The track takes a turn and climbs a long gentle rise, barely a hill, but telling on my calf muscles, and I have to walk. At the top, the highest point hereabouts, the sun breaks through the cloud at last, and the land is lit. It is a spectacular transformation. I can see for miles over the huge white fields. I run into the sun renewed, downslope now towards the jumble of Lamb’s Cross Farm. At the bottom of the slope, where water has ponded on the track, a tractor has broken through the ice and thrown up jagged slabs of the stuff, three inches thick and gray like concrete slabs. The place is littered with trailers, bits of agricultural machinery, telephone poles, old caravans and cars, pallets, rusty bits and pieces, wire and fencing. The chained dogs set up a duet of paranoid barking. The sweet and lovely smell of cows pervades the air, and somewhere inside a barn a radio plays.

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dawnrunnin’ 5

6th Jan, 2010. On the road before 7 so a proper dawn outing today. Cold, cold air, my nostrils and throat begin to burn almost immediately, but strangely there is little frost compared to the previous few days, the roadway and pavement wet rather than frosty or icy. The great promised snow storm that has blanketed the south of the country has not yet reached Cambridgeshire. It is dark of course, with fairly low cloud, but not as dark as I expected. Still, off-road it is a little perilous cos I can’t see the details of the going, and one misplaced step could mean a twisted ankle.

I take Route2, to Histon and back. I have worked out 5 more or less circular short routes, which makes 10 if I do them backwards (well, that would be a feat, but you know what I mean), and there must be as many longer routes again, though I am a long way from tackling those.

The cloud cover over Cambridge itself, some 6 miles south, is underlit by the lights of the city, and over to the south-east a paleness above the horizon precedes the day. A very diaphanous and milky half-moon slips in and out of the cloud. On the roads there is a constant stream of commuter traffic, lights on, but out on the tracks and fields there is no-one, and few creatures about. Despite the virtually frost-free conditions, the water in the puddles and pools in the ruts and dips of the farm track is frozen solid. A single cock-pheasant trumpets briefly from the parkland of Westwick House, and a skittish blackbird dives for cover, but that is it. There is a gloomy feeling to the not-yet-day, and the sun has not even broken the horizon before I reach home. Daylight running, in the winter at least, is a lot more fun I must concede.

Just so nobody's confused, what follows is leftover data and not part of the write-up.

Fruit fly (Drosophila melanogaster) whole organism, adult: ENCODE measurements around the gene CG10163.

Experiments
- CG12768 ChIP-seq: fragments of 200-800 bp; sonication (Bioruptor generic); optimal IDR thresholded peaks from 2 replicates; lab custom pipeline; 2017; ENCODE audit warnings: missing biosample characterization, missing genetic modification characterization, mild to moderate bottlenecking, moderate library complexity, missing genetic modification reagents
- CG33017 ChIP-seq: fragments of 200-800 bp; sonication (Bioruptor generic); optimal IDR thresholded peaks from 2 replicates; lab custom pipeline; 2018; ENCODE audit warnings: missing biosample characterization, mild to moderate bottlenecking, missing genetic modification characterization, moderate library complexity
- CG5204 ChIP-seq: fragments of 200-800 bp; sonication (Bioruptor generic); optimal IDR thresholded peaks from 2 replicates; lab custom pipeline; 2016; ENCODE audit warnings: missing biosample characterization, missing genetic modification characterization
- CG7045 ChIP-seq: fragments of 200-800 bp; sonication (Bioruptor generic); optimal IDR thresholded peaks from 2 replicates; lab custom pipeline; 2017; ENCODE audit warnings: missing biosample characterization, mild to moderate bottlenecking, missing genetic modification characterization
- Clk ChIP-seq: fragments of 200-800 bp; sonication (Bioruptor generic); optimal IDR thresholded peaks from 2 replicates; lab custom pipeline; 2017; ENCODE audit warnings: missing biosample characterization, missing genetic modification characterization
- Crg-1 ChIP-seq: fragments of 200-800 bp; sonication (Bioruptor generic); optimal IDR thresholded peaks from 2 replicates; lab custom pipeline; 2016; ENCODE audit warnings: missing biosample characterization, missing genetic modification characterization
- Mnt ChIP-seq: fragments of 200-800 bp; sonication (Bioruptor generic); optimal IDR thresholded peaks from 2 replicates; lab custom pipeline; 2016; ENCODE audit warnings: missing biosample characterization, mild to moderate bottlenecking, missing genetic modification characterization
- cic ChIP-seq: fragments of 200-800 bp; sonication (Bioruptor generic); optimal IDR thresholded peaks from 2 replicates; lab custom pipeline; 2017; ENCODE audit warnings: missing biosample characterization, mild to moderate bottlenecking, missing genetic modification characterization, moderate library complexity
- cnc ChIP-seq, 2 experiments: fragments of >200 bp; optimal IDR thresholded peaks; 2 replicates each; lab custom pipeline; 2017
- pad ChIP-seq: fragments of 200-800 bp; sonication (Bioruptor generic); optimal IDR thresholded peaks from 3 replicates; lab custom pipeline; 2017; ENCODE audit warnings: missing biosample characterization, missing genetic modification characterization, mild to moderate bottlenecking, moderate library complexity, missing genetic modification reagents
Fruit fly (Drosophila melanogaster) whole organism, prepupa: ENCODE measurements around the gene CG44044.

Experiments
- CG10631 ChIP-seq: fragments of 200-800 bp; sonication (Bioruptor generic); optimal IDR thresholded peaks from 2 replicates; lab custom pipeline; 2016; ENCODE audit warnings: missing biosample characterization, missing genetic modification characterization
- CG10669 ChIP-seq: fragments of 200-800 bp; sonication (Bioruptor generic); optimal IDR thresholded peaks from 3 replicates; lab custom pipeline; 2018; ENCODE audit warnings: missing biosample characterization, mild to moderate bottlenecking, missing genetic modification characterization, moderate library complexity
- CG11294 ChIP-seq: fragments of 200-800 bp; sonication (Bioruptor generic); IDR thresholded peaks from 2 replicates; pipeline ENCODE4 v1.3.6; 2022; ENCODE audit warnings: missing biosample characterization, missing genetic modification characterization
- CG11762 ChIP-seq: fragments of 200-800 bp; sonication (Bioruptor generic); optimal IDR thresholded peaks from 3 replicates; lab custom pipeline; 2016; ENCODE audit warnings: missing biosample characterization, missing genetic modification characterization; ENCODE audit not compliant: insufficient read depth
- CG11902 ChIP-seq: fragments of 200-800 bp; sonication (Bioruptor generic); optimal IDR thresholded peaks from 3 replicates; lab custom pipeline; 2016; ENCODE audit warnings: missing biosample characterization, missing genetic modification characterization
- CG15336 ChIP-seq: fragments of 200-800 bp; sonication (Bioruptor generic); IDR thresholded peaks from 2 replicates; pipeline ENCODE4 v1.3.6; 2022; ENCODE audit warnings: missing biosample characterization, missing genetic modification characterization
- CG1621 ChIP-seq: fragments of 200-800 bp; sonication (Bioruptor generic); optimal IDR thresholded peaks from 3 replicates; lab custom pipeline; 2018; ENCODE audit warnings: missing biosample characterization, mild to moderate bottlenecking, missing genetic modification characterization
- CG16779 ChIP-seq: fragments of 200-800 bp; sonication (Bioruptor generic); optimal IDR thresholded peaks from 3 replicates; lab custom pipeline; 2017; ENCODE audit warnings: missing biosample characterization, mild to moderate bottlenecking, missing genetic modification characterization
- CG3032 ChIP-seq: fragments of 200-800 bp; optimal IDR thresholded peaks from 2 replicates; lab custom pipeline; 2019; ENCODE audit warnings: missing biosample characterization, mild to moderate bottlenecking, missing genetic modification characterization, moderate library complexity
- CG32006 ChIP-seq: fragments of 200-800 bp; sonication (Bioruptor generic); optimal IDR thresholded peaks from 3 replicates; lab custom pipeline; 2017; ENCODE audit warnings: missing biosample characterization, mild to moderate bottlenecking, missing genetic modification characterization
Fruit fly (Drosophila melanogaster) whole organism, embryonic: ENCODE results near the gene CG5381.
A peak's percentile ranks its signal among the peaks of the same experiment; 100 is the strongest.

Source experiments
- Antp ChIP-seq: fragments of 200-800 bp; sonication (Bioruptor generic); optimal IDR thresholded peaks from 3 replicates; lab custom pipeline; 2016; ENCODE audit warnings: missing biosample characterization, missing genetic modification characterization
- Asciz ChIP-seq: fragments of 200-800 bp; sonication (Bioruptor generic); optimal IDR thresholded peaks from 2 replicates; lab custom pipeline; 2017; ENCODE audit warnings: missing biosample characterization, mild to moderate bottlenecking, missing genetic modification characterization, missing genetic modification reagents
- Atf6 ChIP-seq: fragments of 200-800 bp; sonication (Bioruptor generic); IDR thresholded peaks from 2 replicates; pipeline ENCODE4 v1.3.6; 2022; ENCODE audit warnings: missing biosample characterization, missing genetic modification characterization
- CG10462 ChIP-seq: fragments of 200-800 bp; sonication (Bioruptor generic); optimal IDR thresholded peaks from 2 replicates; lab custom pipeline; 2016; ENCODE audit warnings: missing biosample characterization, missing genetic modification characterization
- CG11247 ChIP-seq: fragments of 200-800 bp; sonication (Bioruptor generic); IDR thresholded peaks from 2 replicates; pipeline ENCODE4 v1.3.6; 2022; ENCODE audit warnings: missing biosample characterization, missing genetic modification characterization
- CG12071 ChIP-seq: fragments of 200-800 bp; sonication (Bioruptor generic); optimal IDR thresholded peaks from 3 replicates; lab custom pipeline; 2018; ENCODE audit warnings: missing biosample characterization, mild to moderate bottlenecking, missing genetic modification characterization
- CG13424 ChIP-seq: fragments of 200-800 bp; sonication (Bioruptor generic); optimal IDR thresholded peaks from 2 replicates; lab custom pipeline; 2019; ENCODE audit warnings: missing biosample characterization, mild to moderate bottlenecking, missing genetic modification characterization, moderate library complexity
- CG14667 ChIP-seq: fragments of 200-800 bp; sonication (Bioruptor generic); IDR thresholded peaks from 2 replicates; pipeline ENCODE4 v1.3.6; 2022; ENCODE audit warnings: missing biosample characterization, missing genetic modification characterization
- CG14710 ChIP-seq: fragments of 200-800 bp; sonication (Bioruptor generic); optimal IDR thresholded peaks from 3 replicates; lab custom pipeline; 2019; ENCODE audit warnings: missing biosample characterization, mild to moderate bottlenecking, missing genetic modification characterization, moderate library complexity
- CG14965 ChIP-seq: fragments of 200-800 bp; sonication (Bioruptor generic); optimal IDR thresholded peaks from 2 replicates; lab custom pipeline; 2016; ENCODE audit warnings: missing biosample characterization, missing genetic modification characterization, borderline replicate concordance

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jogblog4

04/01/10.  I down a potent little espresso, sweet and hot, and, breaking norms, decide to head north. Another brilliant winter’s morn, with a clear, bright sky and heavy frost. Very cold, well below freezing, but mercifully wind-free. Every twig and leaf is silvered, the fields are sheets of white, but quite unlike snow. The verges and pavements slick with ice, and I am extra careful, running in the roadway. People are scraping away at their iced-up windshields, and pouring kettles of hot water over wiper mechanisms and locks. Through the village and up the no-through-road to Longstanton (which all the locals use and know to be very much a through-road) skirting the old airbase. A black cat crosses my path, he is a long way from any house, but doesn’t stop for company, and then a single magpie settles on the road…one for sorrow. I look around for its mate but it really is alone. A double omen, I think twice… but I am not a superstitious man, and push on.